CORNWALL, Ontario - Ingleside residents have no doubt noticed the work being done on a stately old home on Elm Street - but this is no nightmare...for the family of Enid Rupert it's a dream come true.
References to the 1980s movie franchise aside, this home that measures its years going back even further to the 1880s has been a fixture in and around the Stormont County area since well before the there was ever such a thing as the St. Lawrence Seaway, the Internet and even automobiles.
And the home is getting a new lease on life because it is literally being rebuilt from the ground up.
Rupert, who grew up in the home when it was owned by her late father Jimmy Connors and still at Dickinson's Landing before the flooding of the St. Lawrence Seaway, recently got a tour of the home as it is being renovated by Zeran Builders.
Owner Gerry Zeran said the memories were flooding back to Enid - much like the torrent of river water that consumed Dickinson's Landing.
"She was very emotional," he said. "She would point over there and say 'That was my room.'"
Rupert is now a resident of the senior's home in nearby Long Sault, and her childhood home is being transformed into a modern dwelling with things like gas heat and modern insulation - things that were unheard of in the 1880s.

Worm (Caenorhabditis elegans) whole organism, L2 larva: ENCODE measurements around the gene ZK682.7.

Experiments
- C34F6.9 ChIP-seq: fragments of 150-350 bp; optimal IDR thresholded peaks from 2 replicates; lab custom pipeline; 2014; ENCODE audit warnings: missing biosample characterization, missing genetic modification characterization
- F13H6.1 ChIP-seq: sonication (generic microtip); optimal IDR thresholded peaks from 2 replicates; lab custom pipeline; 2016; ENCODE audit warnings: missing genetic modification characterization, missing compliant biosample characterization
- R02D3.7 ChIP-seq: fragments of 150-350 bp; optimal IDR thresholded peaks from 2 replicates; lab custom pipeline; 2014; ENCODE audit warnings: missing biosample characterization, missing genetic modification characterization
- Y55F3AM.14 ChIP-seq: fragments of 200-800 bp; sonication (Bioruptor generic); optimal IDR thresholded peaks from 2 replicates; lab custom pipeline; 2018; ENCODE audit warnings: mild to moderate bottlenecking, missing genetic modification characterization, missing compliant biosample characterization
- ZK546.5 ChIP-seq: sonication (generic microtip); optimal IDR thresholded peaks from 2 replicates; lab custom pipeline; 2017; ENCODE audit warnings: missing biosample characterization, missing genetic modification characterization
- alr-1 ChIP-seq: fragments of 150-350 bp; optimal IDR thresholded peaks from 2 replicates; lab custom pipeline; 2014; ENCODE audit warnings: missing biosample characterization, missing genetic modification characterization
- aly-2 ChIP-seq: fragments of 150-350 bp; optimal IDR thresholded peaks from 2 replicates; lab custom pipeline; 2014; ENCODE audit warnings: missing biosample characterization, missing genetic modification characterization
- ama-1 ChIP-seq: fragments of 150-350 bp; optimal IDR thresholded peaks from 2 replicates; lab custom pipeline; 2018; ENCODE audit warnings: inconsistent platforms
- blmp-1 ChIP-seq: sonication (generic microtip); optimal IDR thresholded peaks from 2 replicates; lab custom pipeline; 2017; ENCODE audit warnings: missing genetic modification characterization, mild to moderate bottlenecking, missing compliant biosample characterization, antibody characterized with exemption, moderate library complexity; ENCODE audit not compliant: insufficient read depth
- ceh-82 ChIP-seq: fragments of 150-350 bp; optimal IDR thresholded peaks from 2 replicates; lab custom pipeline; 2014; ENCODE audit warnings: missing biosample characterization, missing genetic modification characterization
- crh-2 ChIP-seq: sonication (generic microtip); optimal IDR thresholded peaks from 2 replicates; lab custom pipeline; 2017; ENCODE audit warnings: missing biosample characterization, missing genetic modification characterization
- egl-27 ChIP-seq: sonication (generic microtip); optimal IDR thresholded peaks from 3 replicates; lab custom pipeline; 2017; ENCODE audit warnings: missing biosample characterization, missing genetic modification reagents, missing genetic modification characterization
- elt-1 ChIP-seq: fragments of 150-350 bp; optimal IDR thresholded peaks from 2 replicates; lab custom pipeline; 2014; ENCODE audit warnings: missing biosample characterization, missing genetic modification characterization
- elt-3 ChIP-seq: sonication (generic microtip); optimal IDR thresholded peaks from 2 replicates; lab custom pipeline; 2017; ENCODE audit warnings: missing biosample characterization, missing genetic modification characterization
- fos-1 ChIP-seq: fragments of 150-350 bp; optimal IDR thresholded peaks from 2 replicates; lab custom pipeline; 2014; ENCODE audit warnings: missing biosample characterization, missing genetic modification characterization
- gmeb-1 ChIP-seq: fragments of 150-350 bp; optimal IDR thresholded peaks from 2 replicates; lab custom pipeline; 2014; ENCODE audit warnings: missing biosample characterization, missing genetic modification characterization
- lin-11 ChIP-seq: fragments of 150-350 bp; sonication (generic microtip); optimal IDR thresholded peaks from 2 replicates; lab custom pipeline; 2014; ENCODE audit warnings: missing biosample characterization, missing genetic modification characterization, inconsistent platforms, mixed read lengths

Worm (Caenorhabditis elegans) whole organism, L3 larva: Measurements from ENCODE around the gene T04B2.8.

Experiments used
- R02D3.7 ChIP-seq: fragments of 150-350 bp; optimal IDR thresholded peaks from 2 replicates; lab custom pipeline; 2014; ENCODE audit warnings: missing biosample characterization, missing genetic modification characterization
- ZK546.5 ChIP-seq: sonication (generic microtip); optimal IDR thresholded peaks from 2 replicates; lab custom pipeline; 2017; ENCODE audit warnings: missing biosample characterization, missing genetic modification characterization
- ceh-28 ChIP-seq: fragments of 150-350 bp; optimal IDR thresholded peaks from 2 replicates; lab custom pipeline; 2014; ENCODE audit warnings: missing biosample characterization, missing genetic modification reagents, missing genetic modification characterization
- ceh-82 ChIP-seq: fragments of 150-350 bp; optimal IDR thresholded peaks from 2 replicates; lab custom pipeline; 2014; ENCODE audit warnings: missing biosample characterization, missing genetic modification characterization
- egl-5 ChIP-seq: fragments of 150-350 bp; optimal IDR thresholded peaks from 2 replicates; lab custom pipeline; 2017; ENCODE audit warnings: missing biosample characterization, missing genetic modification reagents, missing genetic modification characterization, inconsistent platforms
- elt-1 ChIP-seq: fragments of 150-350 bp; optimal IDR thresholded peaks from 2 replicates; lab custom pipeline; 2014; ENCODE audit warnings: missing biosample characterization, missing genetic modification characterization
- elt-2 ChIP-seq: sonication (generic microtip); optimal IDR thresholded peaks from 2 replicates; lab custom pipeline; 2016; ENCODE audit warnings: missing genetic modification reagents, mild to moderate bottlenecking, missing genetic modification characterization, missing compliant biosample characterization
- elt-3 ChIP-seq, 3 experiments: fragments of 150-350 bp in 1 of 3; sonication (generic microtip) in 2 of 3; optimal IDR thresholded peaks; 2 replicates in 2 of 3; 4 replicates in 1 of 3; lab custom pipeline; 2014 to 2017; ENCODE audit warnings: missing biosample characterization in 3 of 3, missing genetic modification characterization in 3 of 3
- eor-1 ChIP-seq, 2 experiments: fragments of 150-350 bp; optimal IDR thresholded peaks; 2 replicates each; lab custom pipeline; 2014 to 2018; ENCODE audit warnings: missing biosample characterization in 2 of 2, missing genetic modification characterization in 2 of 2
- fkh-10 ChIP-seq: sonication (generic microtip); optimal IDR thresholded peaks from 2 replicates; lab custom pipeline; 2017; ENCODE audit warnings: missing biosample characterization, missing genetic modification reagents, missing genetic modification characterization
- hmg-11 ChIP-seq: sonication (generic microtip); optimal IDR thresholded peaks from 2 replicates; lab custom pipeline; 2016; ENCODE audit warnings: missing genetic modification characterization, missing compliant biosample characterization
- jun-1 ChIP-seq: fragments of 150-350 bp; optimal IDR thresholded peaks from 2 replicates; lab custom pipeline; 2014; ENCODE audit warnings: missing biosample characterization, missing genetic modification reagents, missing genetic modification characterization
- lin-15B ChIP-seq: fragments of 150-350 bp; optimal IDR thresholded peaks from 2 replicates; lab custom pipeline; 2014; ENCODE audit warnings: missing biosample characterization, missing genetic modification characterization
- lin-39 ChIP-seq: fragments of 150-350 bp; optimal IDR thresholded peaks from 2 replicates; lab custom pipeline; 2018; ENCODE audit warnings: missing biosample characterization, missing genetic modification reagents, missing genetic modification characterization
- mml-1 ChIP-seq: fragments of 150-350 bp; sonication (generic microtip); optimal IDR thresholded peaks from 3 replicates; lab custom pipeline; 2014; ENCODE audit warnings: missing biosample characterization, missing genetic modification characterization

"It's impressive what they did with the tools they had available to them back then," said Zeran, pointing to the ceiling, where a doweled connection holds together the rafters. The dowel is essentially a big wooden nail, holding two pieces of wood together - not exactly cutting-edge technology today, but it was back then.
So were the huge blocks of solid wood that ran the length of the house between outside wall studs. The wood pieces measure as wide as three feet wide, 18 inches tall and some eight inches thick.
It's Zeran's belief the wood pieces were used as insulation. They've all been removed from the house and modern insulation is being put in its place. Zeran plans to convert the wood into tables and other furniture products.
"There was a lot of hard work that went into a house like this, that's for sure," said Zeran.
He's even uncovered some history during his reno work. He pulled an old newspaper from beneath some floor boards recently. The June 2, 1937 edition of the Standard-Freeholder included an ad for a new Chevy car - it was yours for the princely sum of $745.
The home was built by a Captain Robert Kingston Bullock, in what Zeran and others believe to be the 1880, in Dickinson's Landing. He has been unable to find a specific date for its construction. The home, like dozens of others, was moved to Ingleside when the St. Lawrence Seaway was created in the 1950s.
It had remained vacant for years, until Zeran purchased during an estate sale earlier this year.
His renovation work began this summer, and he plans to have it completed later this fall.
He'll be having an open house once the internal framing is completed, and it's his hope to begin soliciting offers on the property soon thereafter.